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From: Peter Rosset <[log in to unmask]>
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Subject: [Geactivists] UC's biotech-biofuel benefactors: The power of big
 finance and bad ideas
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UC's  biotech-biofuel benefactors: The power of big finance and bad ideas

Miguel A Altieri, Professor, University of California, Berkeley
Eric Holt-Gimenez, Executive Director, Food First. Oakland

With royal fanfare, British Petroleum just=20
donated big monies in research funds for UC=20
Berkeley,  Lawrence Livermore Laboratories and=20
the University of Illinois to develop new sources=20
of energy -- primarily biotechnology to produce=20
biofuel crops. This comes on the anniversary of=20
Berkeley's hapless research deal with seed giant=20
Novartis ten years ago. However, at half a=20
billion dollars, the BP grant dwarfs Novartis'=20
investment by a factor of ten.  The graphics of=20
the announcement were unmistakable:  BP's=20
corporate logo is perfectly aligned with the=20
flags of the Nation, the State, and the=20
University.

CEO/Chairman Robert A. Malone proclaimed BP was=20
"[J]oining some of the world's best science and=20
engineering talent to meet the demand for low=20
carbon energy=8A we will be working to improve and=20
expand the production of clean, renewable energy=20
through the development of better crops=8A"  This=20
partnership reflects the rapid, unchecked and=20
unprecedented global corporate alignment of the=20
world's largest agribusiness (ADM, Cargill and=20
Bunge), biotech (Monsanto, Syngenta, Bayer,=20
Dupont),  petroleum (BP,  TOTAL, Shell), and=20
automotive industries (Volkswagen, Peugeot,=20
Citroen, Renault, SAAB). With what for them is a=20
relatively small investment, these industries=20
will appropriate academic expertise built over=20
decades of public support, translating into=20
billions in revenues for these global partners.

Could this be a "win-win" agenda for the=20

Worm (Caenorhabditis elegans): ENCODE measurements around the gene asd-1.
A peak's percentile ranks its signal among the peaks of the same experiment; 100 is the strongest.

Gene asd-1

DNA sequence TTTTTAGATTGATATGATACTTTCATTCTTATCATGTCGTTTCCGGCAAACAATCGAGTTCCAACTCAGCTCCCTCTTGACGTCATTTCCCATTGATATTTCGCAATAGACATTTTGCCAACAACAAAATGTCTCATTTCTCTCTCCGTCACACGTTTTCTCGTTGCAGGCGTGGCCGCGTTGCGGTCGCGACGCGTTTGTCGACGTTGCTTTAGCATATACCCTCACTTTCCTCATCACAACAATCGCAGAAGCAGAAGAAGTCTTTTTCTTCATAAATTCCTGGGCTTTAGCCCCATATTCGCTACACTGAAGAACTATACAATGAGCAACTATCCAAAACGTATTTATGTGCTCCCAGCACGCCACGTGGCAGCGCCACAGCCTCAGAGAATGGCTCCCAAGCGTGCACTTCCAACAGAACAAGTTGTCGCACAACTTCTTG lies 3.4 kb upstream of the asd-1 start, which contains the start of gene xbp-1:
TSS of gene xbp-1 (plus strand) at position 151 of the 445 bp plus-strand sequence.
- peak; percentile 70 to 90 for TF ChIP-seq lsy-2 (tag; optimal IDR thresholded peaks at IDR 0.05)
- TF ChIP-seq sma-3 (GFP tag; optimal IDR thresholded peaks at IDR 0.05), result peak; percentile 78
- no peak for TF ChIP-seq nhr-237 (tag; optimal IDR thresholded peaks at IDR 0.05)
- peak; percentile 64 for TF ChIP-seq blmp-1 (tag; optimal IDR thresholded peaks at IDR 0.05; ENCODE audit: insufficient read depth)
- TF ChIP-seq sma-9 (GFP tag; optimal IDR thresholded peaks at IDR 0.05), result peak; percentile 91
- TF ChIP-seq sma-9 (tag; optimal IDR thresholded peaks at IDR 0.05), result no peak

University, the public, the environment and=20
industry?  Hardly. In addition to overwhelming=20
the University's research agenda, what scientists=20
behind this blatantly private business venture=20
fail to mention, is that the apparent free lunch=20
of crop-based fuel can't satisfy our energy=20
appetite, and it will not be free, nor=20
environmentally sound. 

Dedicating all present U.S. corn and soybean=20
production to biofuels would meet only 12% of our=20
gasoline demand and 6% of diesel demand.  Total=20
US cropland reaches 625,000 sq.mi. To replace US=20
oil consumption with biofuels we would need 1.4=20
million sq.mi. of corn for ethanol and 8.8=20
million sq. mi. of soybean for biodiesel.=20
Biofuels are expected to turn Iowa and South=20
Dakota into corn-importers by 2008.

The biofuel energy balance -- the amount of=20
fossil energy put in to producing crop biomass=20
compared to that coming out -- is anything but=20
promising. Researchers Patzek and Pimentel see=20
serious negative energy balances with biofuels.=20
Other researchers see only 1.2 to 1.8 fold=20
returns, for ethanol, at best, with the jury=20
still lukewarm on cellulosic biofuels.

Industrial methods of corn and soybean production=20
depend on large scale monocultures. Industrial=20
corn requires high levels of chemical nitrogen=20
fertilizer (largely responsible for the dead zone=20
in Gulf of Mexico) and the herbicide atrazine, an=20
endocrine disruptor. Soybeans require massive=20
amounts of non selective, Roundup herbicide that=20
upsets soil ecology and produces "superweeds."=20
Both monocultures produce massive topsoil erosion=20
and surface and groundwater pollution from=20
pesticides and fertilizer runoff. Each gallon of=20